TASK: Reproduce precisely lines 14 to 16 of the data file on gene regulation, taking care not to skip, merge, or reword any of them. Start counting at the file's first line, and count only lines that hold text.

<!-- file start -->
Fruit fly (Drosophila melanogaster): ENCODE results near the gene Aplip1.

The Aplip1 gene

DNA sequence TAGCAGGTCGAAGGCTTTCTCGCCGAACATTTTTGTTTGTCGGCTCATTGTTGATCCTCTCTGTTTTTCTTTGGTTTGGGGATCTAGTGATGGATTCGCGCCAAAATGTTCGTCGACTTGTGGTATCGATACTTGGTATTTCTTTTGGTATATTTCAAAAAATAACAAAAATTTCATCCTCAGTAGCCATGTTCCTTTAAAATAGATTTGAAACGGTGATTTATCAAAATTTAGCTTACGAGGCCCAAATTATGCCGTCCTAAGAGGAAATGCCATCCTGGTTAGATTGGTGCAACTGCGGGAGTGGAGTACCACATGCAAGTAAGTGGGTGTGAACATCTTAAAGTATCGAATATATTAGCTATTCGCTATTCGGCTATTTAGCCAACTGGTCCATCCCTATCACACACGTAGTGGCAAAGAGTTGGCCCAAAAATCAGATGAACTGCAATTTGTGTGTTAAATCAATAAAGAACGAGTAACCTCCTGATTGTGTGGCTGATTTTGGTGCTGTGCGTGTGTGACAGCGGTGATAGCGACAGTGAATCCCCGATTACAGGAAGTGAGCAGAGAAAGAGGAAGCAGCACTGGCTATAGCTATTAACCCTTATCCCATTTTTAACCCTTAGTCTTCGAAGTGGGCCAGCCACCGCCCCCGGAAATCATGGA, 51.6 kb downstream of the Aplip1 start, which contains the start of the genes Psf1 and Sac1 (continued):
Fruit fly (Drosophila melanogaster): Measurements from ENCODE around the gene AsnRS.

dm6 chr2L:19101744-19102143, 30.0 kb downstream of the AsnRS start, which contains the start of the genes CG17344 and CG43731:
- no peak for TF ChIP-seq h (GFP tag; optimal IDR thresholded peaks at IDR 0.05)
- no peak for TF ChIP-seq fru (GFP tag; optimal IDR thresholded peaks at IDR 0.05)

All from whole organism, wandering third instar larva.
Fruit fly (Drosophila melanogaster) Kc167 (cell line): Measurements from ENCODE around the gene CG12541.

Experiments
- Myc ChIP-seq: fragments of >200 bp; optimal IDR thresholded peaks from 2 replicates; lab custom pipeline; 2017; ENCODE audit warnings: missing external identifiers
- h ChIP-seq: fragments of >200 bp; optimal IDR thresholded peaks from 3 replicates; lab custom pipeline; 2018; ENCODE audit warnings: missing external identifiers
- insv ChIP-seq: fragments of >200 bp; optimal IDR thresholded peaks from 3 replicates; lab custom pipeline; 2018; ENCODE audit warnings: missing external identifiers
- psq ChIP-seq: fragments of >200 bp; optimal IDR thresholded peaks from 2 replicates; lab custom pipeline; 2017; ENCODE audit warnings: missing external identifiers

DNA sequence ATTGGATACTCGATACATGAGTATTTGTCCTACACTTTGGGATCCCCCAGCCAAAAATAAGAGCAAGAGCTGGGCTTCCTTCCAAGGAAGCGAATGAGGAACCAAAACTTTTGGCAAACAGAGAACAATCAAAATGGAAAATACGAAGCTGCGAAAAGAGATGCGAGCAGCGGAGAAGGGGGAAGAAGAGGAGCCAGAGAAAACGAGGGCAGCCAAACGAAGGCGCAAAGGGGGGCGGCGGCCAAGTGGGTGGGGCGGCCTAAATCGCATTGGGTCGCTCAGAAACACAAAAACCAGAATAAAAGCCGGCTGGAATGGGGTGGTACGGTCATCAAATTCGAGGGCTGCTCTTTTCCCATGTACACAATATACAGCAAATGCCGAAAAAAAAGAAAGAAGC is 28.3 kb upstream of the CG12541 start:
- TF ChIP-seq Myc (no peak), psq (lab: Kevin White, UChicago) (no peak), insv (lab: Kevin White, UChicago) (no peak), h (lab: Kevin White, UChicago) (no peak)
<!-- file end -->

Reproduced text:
- psq ChIP-seq: fragments of >200 bp; optimal IDR thresholded peaks from 2 replicates; lab custom pipeline; 2017; ENCODE audit warnings: missing external identifiers

DNA sequence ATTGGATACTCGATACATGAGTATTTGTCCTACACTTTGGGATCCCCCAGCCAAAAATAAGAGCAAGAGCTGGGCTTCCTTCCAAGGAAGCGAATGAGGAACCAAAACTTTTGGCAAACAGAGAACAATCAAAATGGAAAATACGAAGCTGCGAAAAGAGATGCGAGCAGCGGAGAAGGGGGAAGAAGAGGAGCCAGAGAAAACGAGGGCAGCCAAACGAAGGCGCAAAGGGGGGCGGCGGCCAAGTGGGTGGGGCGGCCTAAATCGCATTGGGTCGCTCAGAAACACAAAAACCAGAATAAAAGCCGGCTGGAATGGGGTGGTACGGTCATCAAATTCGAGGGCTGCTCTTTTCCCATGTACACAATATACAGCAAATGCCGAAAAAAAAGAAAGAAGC is 28.3 kb upstream of the CG12541 start:
- TF ChIP-seq Myc (no peak), psq (lab: Kevin White, UChicago) (no peak), insv (lab: Kevin White, UChicago) (no peak), h (lab: Kevin White, UChicago) (no peak)